Saturday, September 1, 2007
We all have dreams, and many of them have this theme of trying desperately to do something that never seems to work out. While the dreams are going on, they seem so real, even though what is actually happening may have little to do with reality. Dreams, like all behaviors, are total behaviors. They should be called dreaming and, since they all take place in our heads, they are the thinking component of that total behavior. During dreams, we are mostly acting, but we are also thinking, we feel emotions, and our physiology are certainly normal for what we are doing.
Dreams are vivid examples of how creative all of us are. Dreams have no boundaries, little logic, and no necessary grounding in anything that could be called reality. Literally, anything can happen, but while it is happening, it all seems to make sense. Although researchers believe that dreams help us get the maximum rest from sleep, it is the inherent creativity they represent that is what this topic is all about.
A life without creativity would be hardly worth living. The creative system may operate when we are sleeping as in dreaming but what it does while we are awake is far more important. There is also the possibility this same system can cause us great harm as it goes about its business by creating painful and self-destructive total behaviors. This destructive creativity is most often seen when we want good relationships and are not able to get them.
For example, when we are lonely, there is nothing effective we can do to close the wound. But because there is nothing effective we can do does not mean we do nothing. This is exactly the situation for which our creative system evolved. It never shuts down or gives up. It keeps trying on its own to help us deal with our loneliness or anything else we want either by adding creativity to a behavior we already have or, at times, creating a whole new behavior that might be more effective in the given situation.
In many instances, it offers new actions and thoughts, which we can reject if we believe that what is offered will make things worse. It is difficult to reject what it offers, and often we could use counseling to help us, but we usually have enough voluntary control over our actions and thoughts to do this, especially if we are able to understand this is a choice. What I am talking about here is when we are offered violent or suicidal thoughts and actions that for us are very new. Also when we are offered psychotic or crazy thoughts or what is commonly called schizophrenia or bi-polar disease. Or when we obsess and compulse as we frequently do when we are lonely. And when we are exposed to a traumatic situation as in posttraumatic stress disorder and handle it painfully but creatively. In almost all instances, by improving our relationships, we may be able to reject these thoughts and actions. Many people do.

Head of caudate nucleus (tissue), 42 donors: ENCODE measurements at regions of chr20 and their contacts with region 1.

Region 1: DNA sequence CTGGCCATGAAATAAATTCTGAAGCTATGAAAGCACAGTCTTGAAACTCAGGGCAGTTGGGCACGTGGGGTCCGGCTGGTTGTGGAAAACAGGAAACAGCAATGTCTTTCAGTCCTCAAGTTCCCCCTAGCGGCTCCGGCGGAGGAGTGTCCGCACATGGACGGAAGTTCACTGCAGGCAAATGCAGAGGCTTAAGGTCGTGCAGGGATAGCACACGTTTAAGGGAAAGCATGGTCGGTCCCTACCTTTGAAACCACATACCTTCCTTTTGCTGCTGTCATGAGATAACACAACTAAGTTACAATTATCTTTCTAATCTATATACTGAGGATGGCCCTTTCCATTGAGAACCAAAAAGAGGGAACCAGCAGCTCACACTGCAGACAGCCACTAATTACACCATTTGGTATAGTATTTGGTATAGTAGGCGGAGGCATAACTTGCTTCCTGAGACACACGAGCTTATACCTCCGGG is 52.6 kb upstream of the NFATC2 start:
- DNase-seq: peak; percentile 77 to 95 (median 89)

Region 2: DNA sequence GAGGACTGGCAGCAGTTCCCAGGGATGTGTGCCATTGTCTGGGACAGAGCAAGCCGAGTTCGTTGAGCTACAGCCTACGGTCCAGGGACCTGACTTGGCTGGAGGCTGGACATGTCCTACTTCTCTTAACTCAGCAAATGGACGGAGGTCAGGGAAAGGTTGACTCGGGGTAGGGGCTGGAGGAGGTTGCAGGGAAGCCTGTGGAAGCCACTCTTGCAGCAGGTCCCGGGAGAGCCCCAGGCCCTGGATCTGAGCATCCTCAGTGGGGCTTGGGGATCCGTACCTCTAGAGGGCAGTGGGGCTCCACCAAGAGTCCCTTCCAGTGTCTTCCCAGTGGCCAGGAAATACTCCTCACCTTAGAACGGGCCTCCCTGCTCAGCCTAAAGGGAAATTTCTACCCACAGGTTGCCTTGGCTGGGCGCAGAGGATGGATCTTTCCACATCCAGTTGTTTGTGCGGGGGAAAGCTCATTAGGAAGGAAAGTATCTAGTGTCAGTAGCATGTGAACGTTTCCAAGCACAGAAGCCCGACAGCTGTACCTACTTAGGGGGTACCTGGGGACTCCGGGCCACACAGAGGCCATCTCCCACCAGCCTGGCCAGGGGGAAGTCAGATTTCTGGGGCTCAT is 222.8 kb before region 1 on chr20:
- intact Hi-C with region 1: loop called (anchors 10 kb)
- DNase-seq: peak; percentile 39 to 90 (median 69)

When we face a large frustration in a relationship, we don’t know what to do to reduce the frustration. We search our memories for an old behavior that has given us some relief in the past. In almost all instances, we immediately find depressing, a familiar behavior we learned as a child. But depressing is not an effective behavior, it hurts and immobilizes. Still, it gives us more relief than anything else we know, for three reasons.
First, depressing, and all other symptomatic behaviors, including arthritis, restrain a lot of anger, which, if unleashed, would make things worse. Second, these behaviors include a powerful call for help, and in many instances good counseling is effective. If we have an autoimmune disease we will also look for a doctor who may counsel or recommend counseling, which could be helpful. Third, these behaviors keep us from trying to do something we fear we may fail at. It’s easier to depress or to be sick than to look for a new relationship or a new job, especially if we’ve had some experience with rejection, which most of us have.